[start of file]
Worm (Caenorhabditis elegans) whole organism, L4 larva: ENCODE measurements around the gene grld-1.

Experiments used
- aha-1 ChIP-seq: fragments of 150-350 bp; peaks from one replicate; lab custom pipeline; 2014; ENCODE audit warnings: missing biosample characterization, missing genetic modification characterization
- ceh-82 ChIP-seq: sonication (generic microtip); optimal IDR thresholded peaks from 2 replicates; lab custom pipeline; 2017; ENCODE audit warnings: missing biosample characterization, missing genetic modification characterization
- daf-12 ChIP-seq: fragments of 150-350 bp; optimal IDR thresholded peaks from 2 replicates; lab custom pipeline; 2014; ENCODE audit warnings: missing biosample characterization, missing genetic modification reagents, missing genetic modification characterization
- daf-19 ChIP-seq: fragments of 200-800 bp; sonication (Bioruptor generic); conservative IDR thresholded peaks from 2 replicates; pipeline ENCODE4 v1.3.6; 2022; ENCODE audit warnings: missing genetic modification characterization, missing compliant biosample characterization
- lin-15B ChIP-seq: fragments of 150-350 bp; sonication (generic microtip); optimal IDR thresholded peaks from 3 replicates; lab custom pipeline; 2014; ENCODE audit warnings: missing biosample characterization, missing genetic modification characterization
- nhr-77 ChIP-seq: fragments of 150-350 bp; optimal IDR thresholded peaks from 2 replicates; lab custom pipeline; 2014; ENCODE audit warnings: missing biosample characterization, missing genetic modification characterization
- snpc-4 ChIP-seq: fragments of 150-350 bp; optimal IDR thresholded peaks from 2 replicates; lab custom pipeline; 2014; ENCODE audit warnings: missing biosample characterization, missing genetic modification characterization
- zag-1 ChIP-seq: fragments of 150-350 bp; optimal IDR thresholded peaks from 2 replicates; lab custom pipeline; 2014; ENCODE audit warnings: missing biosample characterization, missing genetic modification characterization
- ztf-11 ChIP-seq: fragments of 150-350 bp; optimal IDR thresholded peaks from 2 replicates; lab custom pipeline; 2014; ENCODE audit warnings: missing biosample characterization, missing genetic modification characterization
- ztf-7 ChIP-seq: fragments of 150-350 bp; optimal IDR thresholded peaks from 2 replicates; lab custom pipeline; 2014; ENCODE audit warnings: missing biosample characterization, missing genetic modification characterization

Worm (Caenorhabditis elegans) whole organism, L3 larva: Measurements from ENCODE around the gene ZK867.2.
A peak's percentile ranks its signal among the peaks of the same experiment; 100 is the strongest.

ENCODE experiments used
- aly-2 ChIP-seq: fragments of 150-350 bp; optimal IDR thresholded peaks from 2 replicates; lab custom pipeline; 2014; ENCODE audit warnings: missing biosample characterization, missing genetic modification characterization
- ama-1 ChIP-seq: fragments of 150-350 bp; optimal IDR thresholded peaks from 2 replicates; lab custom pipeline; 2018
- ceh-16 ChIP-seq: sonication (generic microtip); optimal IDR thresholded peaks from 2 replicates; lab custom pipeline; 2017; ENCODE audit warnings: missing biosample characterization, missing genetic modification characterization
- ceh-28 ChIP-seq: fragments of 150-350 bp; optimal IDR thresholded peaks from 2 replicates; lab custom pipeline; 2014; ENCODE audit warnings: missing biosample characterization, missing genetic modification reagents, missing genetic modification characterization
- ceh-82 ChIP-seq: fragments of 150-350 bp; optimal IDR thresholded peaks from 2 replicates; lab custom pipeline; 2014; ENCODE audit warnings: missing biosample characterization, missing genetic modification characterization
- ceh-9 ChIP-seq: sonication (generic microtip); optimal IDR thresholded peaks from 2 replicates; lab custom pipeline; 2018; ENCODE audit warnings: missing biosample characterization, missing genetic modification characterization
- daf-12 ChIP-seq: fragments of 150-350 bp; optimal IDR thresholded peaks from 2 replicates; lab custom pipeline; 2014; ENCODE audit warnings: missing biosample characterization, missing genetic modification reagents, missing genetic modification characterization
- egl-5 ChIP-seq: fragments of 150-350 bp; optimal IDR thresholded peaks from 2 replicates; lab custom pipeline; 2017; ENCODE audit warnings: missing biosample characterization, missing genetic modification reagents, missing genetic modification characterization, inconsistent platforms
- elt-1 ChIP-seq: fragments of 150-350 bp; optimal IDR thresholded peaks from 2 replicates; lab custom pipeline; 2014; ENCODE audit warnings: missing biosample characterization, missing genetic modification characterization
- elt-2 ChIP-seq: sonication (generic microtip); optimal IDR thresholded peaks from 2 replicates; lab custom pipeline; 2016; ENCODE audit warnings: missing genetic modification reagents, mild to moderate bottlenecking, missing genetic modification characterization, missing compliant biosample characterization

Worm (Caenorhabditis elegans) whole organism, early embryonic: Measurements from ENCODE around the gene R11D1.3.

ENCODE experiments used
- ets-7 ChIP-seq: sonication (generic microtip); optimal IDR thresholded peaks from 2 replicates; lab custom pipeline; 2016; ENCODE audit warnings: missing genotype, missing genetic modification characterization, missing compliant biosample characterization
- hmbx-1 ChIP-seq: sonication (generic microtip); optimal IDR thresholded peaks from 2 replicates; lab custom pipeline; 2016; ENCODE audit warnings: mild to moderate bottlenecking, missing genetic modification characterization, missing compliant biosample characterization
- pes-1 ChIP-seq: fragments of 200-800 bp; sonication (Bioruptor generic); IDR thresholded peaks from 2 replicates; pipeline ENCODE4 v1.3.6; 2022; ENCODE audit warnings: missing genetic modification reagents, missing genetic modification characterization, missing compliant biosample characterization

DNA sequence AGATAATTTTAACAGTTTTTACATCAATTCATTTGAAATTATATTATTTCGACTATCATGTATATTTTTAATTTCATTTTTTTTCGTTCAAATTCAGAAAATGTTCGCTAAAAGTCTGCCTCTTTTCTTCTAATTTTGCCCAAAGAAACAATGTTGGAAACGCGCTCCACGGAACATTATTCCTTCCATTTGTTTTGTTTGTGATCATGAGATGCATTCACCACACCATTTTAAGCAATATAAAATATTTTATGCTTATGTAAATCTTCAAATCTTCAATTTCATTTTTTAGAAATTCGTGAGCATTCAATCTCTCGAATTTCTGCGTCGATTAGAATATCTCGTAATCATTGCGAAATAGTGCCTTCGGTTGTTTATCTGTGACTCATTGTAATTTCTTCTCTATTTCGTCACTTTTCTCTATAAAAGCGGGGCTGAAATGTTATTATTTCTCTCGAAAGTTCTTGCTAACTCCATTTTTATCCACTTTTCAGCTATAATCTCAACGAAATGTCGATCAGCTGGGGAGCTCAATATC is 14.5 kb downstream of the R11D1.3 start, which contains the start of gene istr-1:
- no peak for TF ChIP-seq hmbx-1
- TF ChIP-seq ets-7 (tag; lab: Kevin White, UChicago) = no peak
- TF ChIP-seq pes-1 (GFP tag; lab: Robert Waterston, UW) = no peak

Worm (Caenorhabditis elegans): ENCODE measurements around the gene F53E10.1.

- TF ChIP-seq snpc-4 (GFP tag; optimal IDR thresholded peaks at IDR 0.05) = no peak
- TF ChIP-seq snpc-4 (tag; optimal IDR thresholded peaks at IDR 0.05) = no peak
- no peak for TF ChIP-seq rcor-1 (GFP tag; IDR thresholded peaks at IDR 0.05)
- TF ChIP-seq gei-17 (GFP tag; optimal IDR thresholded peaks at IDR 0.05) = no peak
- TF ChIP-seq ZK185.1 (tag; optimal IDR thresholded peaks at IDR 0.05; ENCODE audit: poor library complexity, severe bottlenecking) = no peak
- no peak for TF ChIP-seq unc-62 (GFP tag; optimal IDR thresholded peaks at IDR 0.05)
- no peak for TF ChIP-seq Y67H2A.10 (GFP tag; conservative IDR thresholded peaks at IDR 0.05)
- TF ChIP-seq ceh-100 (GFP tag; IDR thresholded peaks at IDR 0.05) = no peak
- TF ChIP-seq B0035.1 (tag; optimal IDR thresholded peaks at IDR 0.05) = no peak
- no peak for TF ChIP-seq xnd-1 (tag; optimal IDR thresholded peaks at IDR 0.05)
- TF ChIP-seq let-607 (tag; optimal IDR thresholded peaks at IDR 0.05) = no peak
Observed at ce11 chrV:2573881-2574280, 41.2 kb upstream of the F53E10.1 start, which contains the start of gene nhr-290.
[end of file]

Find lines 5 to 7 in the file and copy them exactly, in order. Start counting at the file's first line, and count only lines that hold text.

- daf-12 ChIP-seq: fragments of 150-350 bp; optimal IDR thresholded peaks from 2 replicates; lab custom pipeline; 2014; ENCODE audit warnings: missing biosample characterization, missing genetic modification reagents, missing genetic modification characterization
- daf-19 ChIP-seq: fragments of 200-800 bp; sonication (Bioruptor generic); conservative IDR thresholded peaks from 2 replicates; pipeline ENCODE4 v1.3.6; 2022; ENCODE audit warnings: missing genetic modification characterization, missing compliant biosample characterization
- lin-15B ChIP-seq: fragments of 150-350 bp; sonication (generic microtip); optimal IDR thresholded peaks from 3 replicates; lab custom pipeline; 2014; ENCODE audit warnings: missing biosample characterization, missing genetic modification characterization